Our Families

Families are the No. 1 fans of our Special Olympics athletes. They give the type of love, support and encouragement that no one else can. Special Olympics is a support network that brings families together in a caring, positive way -- and that makes the cheers for our athletes even louder.

A mom gives a hug to two happy athletes at once

Smiles All Around. A mom gives a hug to two Special Olympics athletes at once.

Among Friends

At Special Olympics competitions and events, family members are among friends – and feel at home. They watch with pride as their child, sibling, cousin, grandchild, aunt or uncle find success and joy.

They are also among people who really understand. Because even family members can be unaware of all that their child or relative with an intellectual disability can do.

A mother in Great Britain says families are part of the team -- working together to make it all happen. "Everyone in the programme accepts each other without question. Everyone works as a team supporting each other." She says her son has made great strides since joining Special Olympics. "I know this has meant a great deal to him and, as a mum, to watch Jamie achieve and believe in himself is just wonderful." 


About Intellectual Disability

Special Olympics is a global movement of people who want to improve the lives of people with intellectual disabilities. But what are intellectual disabilities? Learn More

Building Communities

Many family members become spokespeople or volunteers, coaches, fund-raisers and officials – giving them an important voice in Special Olympics.

Families are also an essential link to the community and wider support for our movement. By joining the Family Support Network, becoming a volunteer, and leading the expansion of Young Athletes, Special Olympics family members can really make a difference.

Families build communities by volunteering at athletic trainings, sharing links and information, talking online via a global network and serving in leadership roles. For every family member who gets involved, Special Olympics has a reason to celebrate.


Stories About Our Families


July 08, 2014 | North America: Virginia

The R-word makes me cringe.

By David Michael Bowen

I disgusts me to hear people flippantly using the r-word in their everyday comments. At my job, where I began working two and a half years ago, I swear I heard the word at least 5 times every day.View Story I disgusts me to hear people flippantly using the r-word in their everyday comments. At my job, where I began working two and a half years ago, I swear I heard the word at least 5 times every day. Although I am a reserved person, I finally spoke up, said something to management about the way I cringe inside every time I hear it. Now, everyone knows not to use that word in my presence. And when they still slip and let it go, I give a glare, and sometimes they apologize. People need to realize how ignorant they appear when they use the word to describe what they feel is something or someone who is less than everything or everyone else. I have often imagined that the next time I hear the word at work, I will ask the speaker if the person he is referring to might also be a n____ or a f__ to see the reaction I would get. I know that person would think it racist and derogatory for me to say such a thing and give me "a look"; at which point I would simply give a look right back.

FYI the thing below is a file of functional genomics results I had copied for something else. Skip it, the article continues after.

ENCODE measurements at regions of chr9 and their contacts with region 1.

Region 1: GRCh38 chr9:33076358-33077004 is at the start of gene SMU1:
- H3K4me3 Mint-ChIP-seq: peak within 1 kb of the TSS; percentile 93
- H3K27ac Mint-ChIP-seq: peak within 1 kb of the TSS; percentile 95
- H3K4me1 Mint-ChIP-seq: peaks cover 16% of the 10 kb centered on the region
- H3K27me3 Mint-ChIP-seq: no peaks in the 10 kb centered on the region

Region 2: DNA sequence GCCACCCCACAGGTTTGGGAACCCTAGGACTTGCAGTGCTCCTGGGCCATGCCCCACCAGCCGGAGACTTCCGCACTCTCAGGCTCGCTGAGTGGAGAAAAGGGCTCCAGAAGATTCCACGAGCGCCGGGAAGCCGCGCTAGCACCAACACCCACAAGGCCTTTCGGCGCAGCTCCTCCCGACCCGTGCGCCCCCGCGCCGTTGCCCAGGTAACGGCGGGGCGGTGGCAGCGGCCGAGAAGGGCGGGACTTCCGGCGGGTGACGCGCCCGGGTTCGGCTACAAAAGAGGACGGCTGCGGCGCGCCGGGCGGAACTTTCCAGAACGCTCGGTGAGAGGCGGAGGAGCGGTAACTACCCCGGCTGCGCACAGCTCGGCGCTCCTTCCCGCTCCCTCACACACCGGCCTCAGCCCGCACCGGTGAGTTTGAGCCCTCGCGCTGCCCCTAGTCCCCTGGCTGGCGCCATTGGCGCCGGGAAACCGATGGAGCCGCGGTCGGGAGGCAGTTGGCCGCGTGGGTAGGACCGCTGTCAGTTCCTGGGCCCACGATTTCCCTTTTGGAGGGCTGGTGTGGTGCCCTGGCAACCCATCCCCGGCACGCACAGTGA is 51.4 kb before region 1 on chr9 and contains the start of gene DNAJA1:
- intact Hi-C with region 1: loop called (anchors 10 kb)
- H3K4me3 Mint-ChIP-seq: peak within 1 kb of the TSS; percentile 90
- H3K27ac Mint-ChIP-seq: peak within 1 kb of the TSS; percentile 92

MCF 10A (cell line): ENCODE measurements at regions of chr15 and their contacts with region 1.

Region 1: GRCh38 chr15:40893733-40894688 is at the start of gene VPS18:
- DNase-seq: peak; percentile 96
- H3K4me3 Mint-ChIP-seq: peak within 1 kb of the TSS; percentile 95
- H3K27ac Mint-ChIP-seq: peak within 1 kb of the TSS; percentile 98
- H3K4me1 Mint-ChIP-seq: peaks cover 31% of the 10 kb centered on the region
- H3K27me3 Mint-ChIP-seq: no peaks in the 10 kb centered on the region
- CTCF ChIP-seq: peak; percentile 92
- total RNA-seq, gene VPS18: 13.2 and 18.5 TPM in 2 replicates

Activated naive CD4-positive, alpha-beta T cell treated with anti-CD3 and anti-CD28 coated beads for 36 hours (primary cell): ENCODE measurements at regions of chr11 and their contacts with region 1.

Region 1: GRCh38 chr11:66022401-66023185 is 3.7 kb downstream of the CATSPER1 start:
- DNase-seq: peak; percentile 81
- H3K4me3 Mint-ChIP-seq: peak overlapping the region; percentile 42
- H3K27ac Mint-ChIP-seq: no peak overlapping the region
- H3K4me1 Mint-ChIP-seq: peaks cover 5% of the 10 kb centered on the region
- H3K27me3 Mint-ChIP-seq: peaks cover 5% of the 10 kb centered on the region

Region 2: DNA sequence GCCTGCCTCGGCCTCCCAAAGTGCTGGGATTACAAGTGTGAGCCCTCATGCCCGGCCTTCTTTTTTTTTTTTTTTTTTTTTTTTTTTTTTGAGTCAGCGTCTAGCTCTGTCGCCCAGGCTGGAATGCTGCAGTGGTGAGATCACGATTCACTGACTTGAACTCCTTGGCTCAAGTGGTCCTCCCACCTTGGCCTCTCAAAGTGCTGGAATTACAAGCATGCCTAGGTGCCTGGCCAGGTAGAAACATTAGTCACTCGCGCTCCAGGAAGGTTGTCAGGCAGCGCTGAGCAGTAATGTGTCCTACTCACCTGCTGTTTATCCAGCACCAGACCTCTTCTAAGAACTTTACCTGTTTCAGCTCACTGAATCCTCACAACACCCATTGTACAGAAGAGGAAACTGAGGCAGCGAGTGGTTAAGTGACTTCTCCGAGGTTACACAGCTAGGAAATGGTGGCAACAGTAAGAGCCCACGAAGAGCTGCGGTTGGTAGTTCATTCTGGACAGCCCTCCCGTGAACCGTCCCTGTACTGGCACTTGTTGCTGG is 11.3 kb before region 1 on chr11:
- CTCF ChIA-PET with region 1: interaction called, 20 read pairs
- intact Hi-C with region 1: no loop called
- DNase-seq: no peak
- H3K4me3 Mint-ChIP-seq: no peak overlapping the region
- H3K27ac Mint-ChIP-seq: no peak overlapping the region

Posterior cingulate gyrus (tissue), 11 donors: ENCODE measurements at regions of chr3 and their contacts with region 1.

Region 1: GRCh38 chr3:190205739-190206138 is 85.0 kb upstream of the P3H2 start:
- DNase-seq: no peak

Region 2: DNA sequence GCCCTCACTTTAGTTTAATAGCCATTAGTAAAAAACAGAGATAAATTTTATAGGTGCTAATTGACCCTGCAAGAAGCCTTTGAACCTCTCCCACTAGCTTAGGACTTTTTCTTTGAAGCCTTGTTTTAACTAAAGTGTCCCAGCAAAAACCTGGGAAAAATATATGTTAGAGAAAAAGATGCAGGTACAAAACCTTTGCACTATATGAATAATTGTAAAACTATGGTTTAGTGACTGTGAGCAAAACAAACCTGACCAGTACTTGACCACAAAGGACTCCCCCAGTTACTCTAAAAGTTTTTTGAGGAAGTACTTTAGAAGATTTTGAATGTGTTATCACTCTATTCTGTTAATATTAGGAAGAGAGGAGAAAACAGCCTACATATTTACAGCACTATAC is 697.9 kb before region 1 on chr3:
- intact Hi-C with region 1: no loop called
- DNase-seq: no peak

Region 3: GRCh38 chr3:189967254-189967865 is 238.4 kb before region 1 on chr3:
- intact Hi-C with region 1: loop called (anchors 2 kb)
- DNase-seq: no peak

About David Michael Bowen:I have four lovely kids from 15 to 22 years old. It is truly amazing how different siblings can be. I love them all equally.
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July 07, 2014 | Europe Eurasia: Israel

Eyal Damari is a Bowling Phenomenon

By Damari Amnon

My 15-year-old son Eyal Damari is a Special Olympics bowling player. Eyal bowls every Sunday in Modeiing Sunday Night Bowling League.View Story My 15-year-old son Eyal Damari is a Special Olympics bowling player. Eyal bowls every Sunday in Modeiing Sunday Night Bowling League. Every Monday Eyal bowls in Petah Tikva with his bowling coach, Gadi Aviram. His team was in first place out of 24 teams in the Special Olympics Unified League in Israel in the 2013-14 season. The Unified League pairs a Special Olympics bowler with an adult bowler from the Israel Bowling Federation. In two months Eyal will start the the national youth bowling league of the I.B.F. Here's a quote from the Modiein info newspaper in the "Local Sports Report " by David Nachenberg: Bowling Banter: The regular season of the Modi'in Sunday Night Bowling League has ended. Five of the ten teams will be in the top playoff bracket and the other five will be in the bottom group. They will bowl three sessions (9 games), and on July 20, there will be a champion in each division. On June 22, only two bowlers rolled a deuce--14 1/2 year old Eyal Damari had a 201 and Moshe Gabai had a 211. On June 29, the scores proved that bowling is for the young, and the not-so-young, and for men and women alike. Eyal Damari was in the zone and rolled a bunch of strikes and made all his spares to top all the bowlers in the league with a personal- best 246! Yehuda Kaplinsky, the most Senior bowler in the league, in his late 60s, was on the mark with a 233. Ziva Gur led all the women bowlers in the league with a 210. In the same game, her teammate Itamar Paz rolled a 204. Other bowlers to top the 200 plateau included: Naftali Zilber - 205, Reuven Ovadia - 204, Yossi Meni - 201. Here the results of Eyal's games last week and last Sunday on the league: 247, 225, 225

About Damari Amnon:About DAMARI AMNON: I am 56 years old married and have 3 kids 2 of them in the I.D.F I am working in I.A.I since I retired from the AIR FORCE I love to play bowling .My son Eyal study in modiien "gvanim" high school A school for special education and special needs students and all the time I am telling to my son don’t give up that’s why I teach to play bowling since he was 6 years old .
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July 03, 2014 | Asia Pacific: Bharat (India)

My special son Gods gift

By Anju Srivastava